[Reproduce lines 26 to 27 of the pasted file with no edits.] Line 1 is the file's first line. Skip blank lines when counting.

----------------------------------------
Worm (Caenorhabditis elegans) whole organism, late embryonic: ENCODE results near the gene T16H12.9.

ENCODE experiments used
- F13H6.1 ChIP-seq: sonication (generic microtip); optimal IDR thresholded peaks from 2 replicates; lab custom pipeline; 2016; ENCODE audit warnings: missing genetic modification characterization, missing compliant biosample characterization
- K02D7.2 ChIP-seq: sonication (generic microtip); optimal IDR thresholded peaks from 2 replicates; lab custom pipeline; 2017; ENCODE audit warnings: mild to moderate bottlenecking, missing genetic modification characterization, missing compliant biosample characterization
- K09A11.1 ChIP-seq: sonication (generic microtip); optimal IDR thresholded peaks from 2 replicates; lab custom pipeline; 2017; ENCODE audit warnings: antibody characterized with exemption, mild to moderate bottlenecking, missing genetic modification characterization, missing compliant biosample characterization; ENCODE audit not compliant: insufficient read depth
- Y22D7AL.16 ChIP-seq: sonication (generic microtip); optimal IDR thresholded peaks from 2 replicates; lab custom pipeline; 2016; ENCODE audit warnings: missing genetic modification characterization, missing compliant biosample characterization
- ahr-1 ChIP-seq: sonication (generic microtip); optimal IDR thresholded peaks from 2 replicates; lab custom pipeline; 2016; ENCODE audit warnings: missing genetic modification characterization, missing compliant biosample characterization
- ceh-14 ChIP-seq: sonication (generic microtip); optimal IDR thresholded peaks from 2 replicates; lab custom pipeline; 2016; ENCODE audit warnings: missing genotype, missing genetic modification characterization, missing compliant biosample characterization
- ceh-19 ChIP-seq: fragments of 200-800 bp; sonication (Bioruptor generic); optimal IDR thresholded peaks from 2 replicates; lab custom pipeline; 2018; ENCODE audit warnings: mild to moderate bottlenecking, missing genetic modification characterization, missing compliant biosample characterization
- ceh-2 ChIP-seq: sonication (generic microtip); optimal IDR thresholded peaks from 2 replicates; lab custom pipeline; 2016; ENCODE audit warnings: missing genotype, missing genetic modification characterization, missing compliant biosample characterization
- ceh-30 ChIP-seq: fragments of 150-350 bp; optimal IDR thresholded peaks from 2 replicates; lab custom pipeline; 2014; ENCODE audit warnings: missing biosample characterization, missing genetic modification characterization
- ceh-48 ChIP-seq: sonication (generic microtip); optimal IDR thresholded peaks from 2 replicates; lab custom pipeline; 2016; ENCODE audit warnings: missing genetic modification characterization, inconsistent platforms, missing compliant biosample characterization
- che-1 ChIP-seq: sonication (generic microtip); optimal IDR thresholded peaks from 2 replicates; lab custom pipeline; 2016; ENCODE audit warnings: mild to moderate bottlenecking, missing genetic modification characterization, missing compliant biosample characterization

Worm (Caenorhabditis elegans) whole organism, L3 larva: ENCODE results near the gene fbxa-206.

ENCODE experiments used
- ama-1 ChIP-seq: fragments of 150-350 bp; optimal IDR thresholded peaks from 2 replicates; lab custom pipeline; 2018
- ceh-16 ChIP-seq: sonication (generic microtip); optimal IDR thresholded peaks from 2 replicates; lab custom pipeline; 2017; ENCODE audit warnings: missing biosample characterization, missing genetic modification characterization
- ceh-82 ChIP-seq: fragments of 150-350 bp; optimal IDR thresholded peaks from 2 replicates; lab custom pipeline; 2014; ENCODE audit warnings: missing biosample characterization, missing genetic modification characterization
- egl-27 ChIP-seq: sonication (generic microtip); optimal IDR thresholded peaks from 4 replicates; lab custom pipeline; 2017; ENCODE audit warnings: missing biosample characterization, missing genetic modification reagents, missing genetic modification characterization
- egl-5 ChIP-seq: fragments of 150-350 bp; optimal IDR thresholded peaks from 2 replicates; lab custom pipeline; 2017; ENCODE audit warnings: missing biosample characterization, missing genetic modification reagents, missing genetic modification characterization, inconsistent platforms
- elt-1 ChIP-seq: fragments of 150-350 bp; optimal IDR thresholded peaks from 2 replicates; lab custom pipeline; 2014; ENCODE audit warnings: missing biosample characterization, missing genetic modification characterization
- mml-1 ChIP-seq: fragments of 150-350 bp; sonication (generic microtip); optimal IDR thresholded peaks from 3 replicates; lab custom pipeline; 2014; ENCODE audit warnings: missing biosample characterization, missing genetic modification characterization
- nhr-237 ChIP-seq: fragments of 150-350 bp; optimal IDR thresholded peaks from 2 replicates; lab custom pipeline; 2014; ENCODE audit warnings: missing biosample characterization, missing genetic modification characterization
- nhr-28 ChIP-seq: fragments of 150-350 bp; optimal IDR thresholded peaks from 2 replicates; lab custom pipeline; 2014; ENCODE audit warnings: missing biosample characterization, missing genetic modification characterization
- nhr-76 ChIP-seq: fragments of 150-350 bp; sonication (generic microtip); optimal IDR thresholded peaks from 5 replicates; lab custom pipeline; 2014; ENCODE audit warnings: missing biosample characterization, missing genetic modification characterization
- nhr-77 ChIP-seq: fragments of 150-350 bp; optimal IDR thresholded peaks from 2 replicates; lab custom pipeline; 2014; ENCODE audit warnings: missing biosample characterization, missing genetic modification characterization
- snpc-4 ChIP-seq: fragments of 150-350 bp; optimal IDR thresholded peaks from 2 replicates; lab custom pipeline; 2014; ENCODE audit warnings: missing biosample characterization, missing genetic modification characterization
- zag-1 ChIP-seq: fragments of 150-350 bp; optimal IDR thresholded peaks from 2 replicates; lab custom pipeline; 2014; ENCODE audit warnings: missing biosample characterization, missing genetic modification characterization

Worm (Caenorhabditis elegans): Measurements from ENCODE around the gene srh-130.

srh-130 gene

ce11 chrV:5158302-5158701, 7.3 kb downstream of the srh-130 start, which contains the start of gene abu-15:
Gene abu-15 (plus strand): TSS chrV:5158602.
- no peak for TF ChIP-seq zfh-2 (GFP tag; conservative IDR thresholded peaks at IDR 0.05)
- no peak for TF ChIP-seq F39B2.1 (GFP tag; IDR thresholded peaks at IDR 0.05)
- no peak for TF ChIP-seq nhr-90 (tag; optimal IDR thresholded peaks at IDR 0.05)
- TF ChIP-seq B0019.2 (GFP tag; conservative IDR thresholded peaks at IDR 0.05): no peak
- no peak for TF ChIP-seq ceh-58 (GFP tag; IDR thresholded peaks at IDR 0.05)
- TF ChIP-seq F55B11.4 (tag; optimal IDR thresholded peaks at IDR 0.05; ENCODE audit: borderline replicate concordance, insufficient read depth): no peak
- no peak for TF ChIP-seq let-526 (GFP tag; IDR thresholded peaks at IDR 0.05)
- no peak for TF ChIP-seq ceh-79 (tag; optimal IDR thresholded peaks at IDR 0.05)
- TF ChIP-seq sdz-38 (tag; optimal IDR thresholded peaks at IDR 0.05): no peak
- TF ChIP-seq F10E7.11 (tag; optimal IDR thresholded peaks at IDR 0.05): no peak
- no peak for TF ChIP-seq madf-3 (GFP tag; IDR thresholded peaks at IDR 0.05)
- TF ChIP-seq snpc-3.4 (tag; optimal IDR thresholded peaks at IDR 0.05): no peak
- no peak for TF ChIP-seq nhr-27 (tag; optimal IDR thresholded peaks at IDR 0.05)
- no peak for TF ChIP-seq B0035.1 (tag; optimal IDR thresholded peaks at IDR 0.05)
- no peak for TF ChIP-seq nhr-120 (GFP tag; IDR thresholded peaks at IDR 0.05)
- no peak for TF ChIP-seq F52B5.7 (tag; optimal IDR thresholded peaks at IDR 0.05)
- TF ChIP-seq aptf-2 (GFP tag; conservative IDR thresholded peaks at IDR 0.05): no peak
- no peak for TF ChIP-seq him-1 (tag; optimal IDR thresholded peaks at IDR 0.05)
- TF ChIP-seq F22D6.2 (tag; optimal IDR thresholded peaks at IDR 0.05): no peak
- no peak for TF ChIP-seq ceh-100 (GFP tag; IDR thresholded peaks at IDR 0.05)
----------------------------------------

- nhr-77 ChIP-seq: fragments of 150-350 bp; optimal IDR thresholded peaks from 2 replicates; lab custom pipeline; 2014; ENCODE audit warnings: missing biosample characterization, missing genetic modification characterization
- snpc-4 ChIP-seq: fragments of 150-350 bp; optimal IDR thresholded peaks from 2 replicates; lab custom pipeline; 2014; ENCODE audit warnings: missing biosample characterization, missing genetic modification characterization